The assassination of Archduke Ferdinand in June 28, 1914, by a Serbian nationalist, was the start of a horrific conflict. Following his assassination, many countries, including Austria-Hungary felt that revenge on Serbia would be the only solution. This led to the start of war within other countries, incorporating, Germany, Britain, Russia and France. The assassination and the start of the war between these countries directed countless problems, tensions and growth that hindered the war to start because many of the alliances that were formed started to break apart.
Nationalism played an important role when it came to the First World War and gave way to the idea of imperialism. The main goal that all the countries wanted to reach was some sort of competition, economically and territorially. This affected the war for the reason that they wanted to prove that they were at the top and regain their power, except, at the same time every other country wanted to compete for the same thing, so it was more difficult to conquer. Nationalism increased the anticipation of the war because the motivation to have all the power and remain unstoppable instigated plenty of tension. In terms of capitalism, Imperialism and N...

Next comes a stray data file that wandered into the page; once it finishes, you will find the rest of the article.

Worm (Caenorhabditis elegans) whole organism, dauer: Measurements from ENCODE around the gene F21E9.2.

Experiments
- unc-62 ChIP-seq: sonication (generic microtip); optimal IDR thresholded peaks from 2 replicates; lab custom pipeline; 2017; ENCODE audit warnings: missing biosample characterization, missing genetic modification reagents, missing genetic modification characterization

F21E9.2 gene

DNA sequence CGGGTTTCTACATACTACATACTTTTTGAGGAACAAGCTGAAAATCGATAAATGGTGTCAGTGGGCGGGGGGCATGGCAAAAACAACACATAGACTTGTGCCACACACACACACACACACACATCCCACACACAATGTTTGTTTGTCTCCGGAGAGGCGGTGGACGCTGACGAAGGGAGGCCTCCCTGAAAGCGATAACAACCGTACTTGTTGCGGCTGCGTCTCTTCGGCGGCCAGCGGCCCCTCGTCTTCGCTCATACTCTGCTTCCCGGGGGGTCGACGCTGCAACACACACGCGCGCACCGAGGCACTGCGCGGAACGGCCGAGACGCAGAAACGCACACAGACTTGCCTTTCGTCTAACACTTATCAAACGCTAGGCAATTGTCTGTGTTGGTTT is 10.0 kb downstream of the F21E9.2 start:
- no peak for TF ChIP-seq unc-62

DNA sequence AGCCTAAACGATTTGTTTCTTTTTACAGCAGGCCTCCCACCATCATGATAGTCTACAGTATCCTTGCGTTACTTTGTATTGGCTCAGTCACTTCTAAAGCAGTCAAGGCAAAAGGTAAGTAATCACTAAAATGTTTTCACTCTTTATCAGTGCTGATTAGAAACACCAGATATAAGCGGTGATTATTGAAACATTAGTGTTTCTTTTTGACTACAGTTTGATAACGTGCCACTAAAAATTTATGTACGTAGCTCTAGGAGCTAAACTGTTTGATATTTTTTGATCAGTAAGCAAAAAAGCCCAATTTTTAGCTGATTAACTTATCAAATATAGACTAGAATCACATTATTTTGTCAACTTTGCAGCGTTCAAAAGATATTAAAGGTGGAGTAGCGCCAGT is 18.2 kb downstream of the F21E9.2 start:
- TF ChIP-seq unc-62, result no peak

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...imperialist rivalry’ was seen as an overwhelmingly likely source of conflict, and the First World War would have appeared as confirmation of this.” (134). This “rivalry” affected the First World War because all of the states are fighting to gain one thing, capital and the majority of those states are lacking a structured economy, therefore, they are going to compete.
In the end, the First World War was generated by many causes that led to several issues between the different countries that were involved. Realism and Marxism provided evidence that further explained the causes of the First World War and why things were the way they were. The First World War can teach us that there always shouldn’t be a need to start a war when compromising remains another possible motive and we can learn that the First World War was a learning lesson for all the countries involved.
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